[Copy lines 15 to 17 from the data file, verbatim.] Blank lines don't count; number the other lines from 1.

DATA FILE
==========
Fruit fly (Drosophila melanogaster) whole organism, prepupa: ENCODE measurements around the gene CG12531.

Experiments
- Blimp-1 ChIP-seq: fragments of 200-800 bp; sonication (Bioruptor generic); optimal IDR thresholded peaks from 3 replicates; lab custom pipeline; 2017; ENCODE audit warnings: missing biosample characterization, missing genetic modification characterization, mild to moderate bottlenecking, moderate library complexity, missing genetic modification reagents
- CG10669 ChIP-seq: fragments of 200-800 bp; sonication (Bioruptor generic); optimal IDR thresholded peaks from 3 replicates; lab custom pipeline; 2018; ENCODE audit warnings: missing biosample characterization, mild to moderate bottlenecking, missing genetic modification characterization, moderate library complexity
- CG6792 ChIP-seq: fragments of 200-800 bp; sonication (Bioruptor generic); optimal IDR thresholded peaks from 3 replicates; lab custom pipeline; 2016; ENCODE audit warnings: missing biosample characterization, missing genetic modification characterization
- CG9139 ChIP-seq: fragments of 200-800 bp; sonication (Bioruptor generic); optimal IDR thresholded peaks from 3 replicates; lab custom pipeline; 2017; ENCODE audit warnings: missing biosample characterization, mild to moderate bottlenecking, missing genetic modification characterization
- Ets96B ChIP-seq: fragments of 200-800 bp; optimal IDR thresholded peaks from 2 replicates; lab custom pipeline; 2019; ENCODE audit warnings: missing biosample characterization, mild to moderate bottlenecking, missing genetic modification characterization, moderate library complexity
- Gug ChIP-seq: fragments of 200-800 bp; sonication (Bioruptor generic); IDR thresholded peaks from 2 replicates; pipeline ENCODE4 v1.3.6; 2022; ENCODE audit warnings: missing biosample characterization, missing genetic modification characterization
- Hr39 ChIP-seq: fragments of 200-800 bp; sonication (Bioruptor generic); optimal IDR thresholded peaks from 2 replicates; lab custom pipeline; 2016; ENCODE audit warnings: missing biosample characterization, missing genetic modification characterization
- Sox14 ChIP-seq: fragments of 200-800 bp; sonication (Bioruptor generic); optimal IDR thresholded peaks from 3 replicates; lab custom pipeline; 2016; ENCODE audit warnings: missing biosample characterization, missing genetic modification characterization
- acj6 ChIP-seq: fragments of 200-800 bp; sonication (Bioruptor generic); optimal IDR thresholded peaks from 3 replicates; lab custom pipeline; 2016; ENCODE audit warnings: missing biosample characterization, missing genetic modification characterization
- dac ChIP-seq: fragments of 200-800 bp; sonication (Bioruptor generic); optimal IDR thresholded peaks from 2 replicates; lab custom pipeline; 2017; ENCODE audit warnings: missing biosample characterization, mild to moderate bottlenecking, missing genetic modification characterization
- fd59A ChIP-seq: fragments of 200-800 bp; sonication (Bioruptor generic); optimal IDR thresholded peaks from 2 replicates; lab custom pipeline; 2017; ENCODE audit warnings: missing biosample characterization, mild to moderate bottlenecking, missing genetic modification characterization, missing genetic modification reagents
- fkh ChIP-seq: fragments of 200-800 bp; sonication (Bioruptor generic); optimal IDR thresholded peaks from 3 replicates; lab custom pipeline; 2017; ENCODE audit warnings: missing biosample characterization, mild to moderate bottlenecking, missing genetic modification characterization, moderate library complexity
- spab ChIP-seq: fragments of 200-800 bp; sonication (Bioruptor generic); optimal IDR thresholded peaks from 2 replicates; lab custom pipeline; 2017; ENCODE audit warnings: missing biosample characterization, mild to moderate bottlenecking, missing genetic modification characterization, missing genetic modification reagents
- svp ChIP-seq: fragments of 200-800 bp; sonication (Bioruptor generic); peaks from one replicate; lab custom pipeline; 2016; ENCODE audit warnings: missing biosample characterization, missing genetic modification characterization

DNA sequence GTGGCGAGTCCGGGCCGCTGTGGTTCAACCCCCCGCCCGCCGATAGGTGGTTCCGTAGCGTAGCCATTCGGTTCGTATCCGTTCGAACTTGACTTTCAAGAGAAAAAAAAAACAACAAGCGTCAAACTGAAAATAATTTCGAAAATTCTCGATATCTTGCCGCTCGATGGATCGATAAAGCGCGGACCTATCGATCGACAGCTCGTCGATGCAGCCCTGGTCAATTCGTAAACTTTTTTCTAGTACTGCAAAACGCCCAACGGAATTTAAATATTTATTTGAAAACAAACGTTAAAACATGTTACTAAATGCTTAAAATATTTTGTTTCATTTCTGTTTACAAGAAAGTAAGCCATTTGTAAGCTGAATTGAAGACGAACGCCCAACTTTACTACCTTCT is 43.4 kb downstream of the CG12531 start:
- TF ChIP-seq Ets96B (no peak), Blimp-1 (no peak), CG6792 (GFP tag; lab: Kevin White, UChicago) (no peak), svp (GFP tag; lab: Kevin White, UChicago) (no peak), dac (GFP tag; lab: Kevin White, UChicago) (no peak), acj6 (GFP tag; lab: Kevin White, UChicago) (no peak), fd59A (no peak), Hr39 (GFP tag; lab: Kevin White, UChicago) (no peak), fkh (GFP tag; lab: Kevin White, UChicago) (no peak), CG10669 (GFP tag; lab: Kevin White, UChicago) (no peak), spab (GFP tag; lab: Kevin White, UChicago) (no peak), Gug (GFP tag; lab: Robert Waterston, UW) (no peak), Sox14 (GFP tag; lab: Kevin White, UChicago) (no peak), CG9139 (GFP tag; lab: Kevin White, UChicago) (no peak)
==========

- spab ChIP-seq: fragments of 200-800 bp; sonication (Bioruptor generic); optimal IDR thresholded peaks from 2 replicates; lab custom pipeline; 2017; ENCODE audit warnings: missing biosample characterization, mild to moderate bottlenecking, missing genetic modification characterization, missing genetic modification reagents
- svp ChIP-seq: fragments of 200-800 bp; sonication (Bioruptor generic); peaks from one replicate; lab custom pipeline; 2016; ENCODE audit warnings: missing biosample characterization, missing genetic modification characterization

DNA sequence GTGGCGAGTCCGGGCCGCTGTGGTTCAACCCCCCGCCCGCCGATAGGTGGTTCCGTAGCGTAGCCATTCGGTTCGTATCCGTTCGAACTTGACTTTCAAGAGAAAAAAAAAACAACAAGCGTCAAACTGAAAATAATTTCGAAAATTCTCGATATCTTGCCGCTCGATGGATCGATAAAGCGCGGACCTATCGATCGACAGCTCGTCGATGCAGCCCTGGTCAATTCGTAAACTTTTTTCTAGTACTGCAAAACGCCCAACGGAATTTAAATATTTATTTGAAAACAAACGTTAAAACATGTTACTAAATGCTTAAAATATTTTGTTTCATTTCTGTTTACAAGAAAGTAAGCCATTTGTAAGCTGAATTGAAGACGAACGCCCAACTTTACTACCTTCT is 43.4 kb downstream of the CG12531 start: